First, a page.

Nest, which is currently owned by Google, is one of the businesses that is considering making an offer to purchase the struggling health section of Nokia.
According to a report in Les Echos, Nest will face competition from a minimum of three other businesses, two of which will be based in France. It would appear that the French government has been exerting pressure on Nokia to sell to a French bidder. This may be in part owing to the efforts that France is making to strengthen its position in the artificial intelligence industry. On the other hand, it is said that Google is thinking about starting a business in the fitness and health market.
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In the month of February, Nokia published a brief press statement in which it stated that it has begun an investigation into the various strategic options available for its Digital Health company. This is the section of the corporation that is responsible for the production of additional wearables, such as smartwatches and scales. At the time, the insider got a copy of a stolen memo that said the company was thinking about giving up on the whole project.
Kathrin Buvac, Nokia’s chief strategy officer, recently told the company’s employees that the company’s electronic health care division is having trouble scaling and meeting the growth goals that were set for it.
“We shouldn’t just fall in love with our equipment,” Buvac said. “We should be honest with ourselves.”
“At the moment, we do not see a way for [the virtual health sector] to become a significant element of a firm that is as huge as Nokia,”
This acknowledgement of failure comes a little over a year and a half after the Finnish tech giant bought Withings for a cool €170 million. This French company was one of the first to pioneer the industry of wearable technology and has given us many useful innovations, including the first linked scale. Nokia’s main goal since the purchase was finished has been to improve the Withings line of smart health products.
Late in the year 2017, Nokia made the announcement that it intended to move its attention away from virtual reality (VR) and toward digital health that focuses on health and fitness. Because of this, we were left with the feeling that it would expand upon its fitness-related offerings. This was seen at the most recent Consumer Electronics Show (CES 2018), when the Finnish company added a sleep tracking pad to its lineup of fitness and health products.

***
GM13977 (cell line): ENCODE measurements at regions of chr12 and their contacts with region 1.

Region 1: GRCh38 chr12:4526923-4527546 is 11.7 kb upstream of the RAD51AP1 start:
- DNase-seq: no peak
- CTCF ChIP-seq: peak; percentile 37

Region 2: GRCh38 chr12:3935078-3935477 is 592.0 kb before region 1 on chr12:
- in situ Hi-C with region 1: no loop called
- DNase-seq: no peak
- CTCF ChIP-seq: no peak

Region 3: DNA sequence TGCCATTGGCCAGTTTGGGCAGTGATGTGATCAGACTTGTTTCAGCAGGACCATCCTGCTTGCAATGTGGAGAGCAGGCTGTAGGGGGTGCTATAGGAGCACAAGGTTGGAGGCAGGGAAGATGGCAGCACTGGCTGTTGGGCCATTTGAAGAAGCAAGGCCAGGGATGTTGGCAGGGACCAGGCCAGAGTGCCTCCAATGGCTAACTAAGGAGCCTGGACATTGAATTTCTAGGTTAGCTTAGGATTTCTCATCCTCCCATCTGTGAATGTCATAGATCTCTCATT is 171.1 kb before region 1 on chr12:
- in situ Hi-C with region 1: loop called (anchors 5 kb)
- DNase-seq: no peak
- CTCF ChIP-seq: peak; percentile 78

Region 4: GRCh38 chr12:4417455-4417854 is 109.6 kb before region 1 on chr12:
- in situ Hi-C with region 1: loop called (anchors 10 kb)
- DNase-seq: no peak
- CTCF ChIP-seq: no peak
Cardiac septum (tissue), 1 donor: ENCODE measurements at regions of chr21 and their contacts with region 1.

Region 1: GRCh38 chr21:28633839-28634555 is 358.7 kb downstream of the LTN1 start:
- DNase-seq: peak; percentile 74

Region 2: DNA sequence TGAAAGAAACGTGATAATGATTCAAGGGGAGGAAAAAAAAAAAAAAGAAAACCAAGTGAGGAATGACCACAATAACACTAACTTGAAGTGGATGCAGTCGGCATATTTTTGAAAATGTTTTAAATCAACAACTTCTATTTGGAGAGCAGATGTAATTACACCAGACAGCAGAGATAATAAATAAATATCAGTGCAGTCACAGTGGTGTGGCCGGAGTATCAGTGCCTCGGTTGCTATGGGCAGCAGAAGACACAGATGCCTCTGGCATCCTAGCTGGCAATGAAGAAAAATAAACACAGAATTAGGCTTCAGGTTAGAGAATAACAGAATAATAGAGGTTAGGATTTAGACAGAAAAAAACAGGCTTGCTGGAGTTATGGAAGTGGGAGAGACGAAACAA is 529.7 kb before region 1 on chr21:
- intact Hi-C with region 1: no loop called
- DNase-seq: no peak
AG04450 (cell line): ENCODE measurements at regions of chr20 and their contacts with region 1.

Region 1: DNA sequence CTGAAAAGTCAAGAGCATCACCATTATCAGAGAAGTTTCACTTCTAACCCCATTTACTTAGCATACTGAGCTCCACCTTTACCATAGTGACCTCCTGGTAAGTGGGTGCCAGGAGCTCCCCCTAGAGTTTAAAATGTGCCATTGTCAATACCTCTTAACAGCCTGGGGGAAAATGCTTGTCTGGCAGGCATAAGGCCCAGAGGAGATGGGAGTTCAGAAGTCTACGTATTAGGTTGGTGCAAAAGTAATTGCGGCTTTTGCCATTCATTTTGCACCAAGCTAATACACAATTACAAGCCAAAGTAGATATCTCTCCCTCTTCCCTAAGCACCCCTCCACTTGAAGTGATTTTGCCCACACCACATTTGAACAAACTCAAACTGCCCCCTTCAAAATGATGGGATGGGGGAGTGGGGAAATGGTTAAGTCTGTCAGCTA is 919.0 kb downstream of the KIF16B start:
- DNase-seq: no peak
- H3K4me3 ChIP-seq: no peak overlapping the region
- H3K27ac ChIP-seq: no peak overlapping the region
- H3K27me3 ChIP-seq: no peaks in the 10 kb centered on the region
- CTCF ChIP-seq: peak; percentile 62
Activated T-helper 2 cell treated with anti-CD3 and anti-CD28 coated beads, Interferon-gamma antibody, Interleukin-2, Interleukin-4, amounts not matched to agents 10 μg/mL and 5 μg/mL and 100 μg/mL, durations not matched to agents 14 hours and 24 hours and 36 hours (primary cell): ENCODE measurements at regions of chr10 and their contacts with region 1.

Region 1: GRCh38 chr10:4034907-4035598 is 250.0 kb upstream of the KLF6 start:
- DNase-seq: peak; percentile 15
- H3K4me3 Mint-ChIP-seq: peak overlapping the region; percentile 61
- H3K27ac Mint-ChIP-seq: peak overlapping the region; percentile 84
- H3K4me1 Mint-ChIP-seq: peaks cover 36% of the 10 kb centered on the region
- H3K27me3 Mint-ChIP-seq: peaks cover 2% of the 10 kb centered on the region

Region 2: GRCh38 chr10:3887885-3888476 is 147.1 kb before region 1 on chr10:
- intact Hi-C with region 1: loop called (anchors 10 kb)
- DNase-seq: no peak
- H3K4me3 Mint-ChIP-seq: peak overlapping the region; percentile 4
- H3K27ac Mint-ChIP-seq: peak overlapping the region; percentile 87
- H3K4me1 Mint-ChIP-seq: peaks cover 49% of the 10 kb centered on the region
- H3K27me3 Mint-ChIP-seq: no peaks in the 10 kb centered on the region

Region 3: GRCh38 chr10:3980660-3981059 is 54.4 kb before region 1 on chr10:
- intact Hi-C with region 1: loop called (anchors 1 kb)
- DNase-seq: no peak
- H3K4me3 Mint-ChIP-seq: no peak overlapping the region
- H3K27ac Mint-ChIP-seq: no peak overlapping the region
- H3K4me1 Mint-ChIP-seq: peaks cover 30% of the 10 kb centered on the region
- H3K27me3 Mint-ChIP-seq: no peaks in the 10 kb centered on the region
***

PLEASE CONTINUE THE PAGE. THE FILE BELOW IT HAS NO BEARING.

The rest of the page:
The Nokia Sleep, which has just recently been made available to the public, is the successor of the Withings Aura. A device that can help you get better rest by discretely fitting under your mattress and working in the background.
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However, Nokia has seen its fair share of challenges as a result of the Withings acquisition. Late in January, the firm made the announcement that it would no longer provide the Pulse Wave Velocity (PWV) metric on its most advanced Body Cardio scale. Pressure wave velocity (PWV) is a measurement used to assess arterial stiffness as well as the pace at which pressure waves travel along the vessels. The scale, which has been hailed as revolutionary, includes readings and ratings as well as an evaluation. It would appear that Nokia was confronted with regulatory concerns in the United States, and the company concluded that the easiest way to move forward was to just remove the feature. It is safe to say that the current buyers of the scale just weren’t overly pleased with the situation.
Moreover, Nokia declared a charge of 141 million euros a few months ago because of “the impairment of goodwill associated with its virtual healthcare business.” This is a significant development. This means that Nokia has written off the vast bulk of the value of its Withings acquirement in English. It is abundantly obvious that the company’s Digital Health product sales have not been successful in meeting the growth aspirations of the corporation.
The report from Los Echos suggests that by the end of this month, we might learn the identity of the successful bidder. It should come as no surprise that the potential bidders are proposing a sum that is far lower than the price that the telecommunications giant spent to acquire Withings. If the sale goes through, it will bring an end to Nokia’s brief foray into the digital health industry, which the company has found to be unprofitable.